Photos show the new bridge span before (above) and after (below) it was moved into final position in the middle of newly-cast concrete pieces. The old bridge span — which was to the right (north) of the new one — was dismantled and lowered to the ground. Using hydraulic rams and threaded steel rods (above), project engineers then moved the deck about 20 feet in order to center it on the supports.
During June and July, working two 12-hour shifts, SEPTA’s Crum Creek Viaduct repairs proceeded apace toward the anticipated completion and reopening of the bridge — and SEPTA rail service west of Swarthmore — in September.
If you make the trek (or send a camera drone) to view the project now, you will see a single concrete deck sitting on new steel girders, supported by four new concrete piers, between two new concrete abutments.
These supports were built under the existing structure of the rail bridge (parallel and to the north of the new structure) which had carried trains across the Crum from the 1980s through June 19, Following removal of that old bridge deck and catenary wires and towers, the new girders and deck sections were moved from the south edge to the center of the piers in a complex hydraulically-assisted process SEPTA called a bridge slide.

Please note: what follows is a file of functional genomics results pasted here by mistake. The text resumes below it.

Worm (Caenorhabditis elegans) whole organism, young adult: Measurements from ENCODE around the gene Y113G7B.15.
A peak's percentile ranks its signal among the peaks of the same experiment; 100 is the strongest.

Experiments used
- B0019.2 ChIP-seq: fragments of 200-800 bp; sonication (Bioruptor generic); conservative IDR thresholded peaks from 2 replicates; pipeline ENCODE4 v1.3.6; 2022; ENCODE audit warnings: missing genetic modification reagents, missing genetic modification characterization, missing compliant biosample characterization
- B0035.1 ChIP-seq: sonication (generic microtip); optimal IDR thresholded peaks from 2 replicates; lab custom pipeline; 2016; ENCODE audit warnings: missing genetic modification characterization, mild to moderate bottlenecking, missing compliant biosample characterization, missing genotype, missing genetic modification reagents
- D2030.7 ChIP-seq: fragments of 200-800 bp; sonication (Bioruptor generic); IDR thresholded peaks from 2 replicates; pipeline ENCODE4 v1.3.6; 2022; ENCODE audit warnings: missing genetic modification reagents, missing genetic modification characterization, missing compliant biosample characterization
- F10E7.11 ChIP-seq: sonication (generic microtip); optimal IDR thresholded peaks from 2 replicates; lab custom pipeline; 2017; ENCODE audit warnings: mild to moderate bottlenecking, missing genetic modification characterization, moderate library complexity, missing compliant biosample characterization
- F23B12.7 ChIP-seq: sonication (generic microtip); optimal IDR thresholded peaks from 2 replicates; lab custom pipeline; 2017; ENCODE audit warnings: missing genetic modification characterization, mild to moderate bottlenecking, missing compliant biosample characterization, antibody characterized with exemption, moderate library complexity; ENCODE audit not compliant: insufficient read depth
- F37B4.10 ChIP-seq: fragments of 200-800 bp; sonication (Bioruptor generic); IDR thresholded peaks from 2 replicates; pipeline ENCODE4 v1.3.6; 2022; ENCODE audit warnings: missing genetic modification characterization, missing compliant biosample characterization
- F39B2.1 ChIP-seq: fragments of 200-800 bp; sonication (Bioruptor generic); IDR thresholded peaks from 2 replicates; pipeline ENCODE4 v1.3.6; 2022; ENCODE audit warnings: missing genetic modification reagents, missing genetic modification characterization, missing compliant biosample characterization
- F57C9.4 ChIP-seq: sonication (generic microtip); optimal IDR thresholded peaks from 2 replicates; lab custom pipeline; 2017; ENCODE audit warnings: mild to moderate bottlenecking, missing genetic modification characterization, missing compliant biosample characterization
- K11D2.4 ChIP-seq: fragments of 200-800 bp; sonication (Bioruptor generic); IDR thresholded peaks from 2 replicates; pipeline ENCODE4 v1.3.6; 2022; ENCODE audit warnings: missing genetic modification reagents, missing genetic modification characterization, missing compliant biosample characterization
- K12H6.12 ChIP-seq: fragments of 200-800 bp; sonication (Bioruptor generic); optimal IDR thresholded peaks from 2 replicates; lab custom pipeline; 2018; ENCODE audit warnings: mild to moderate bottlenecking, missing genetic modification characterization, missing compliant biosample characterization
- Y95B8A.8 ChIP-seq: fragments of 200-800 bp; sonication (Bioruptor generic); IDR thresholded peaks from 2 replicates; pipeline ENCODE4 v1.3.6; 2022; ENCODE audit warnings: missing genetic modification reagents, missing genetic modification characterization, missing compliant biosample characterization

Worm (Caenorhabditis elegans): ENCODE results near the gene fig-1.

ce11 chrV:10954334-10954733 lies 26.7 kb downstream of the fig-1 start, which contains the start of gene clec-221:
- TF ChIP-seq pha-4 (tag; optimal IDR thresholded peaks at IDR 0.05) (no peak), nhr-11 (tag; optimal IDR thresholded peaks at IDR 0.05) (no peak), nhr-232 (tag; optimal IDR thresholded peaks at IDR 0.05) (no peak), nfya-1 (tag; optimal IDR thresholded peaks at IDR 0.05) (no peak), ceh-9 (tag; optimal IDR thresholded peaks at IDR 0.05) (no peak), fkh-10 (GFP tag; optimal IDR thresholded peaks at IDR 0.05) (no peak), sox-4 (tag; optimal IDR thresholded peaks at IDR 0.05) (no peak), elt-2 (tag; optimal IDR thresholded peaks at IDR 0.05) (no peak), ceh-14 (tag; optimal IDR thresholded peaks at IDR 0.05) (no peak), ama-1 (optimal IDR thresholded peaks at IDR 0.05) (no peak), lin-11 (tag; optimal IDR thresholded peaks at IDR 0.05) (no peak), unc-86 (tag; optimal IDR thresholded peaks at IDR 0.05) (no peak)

The Crum Creek Viaduct team reported on project progress: “The new Crum Creek Viaduct bridge slide began in the morning on Friday, July 8, and was completed on Saturday, July 9. In addition to the new bridge being placed, precast concrete for the pedestrian tunnel were set last week. Webcams are live on the project website— www.crumcreekviaduct.com — where you can also see a time lapse video of the new bridge sliding into place.” If you like big projects, the July 8 footage is required viewing.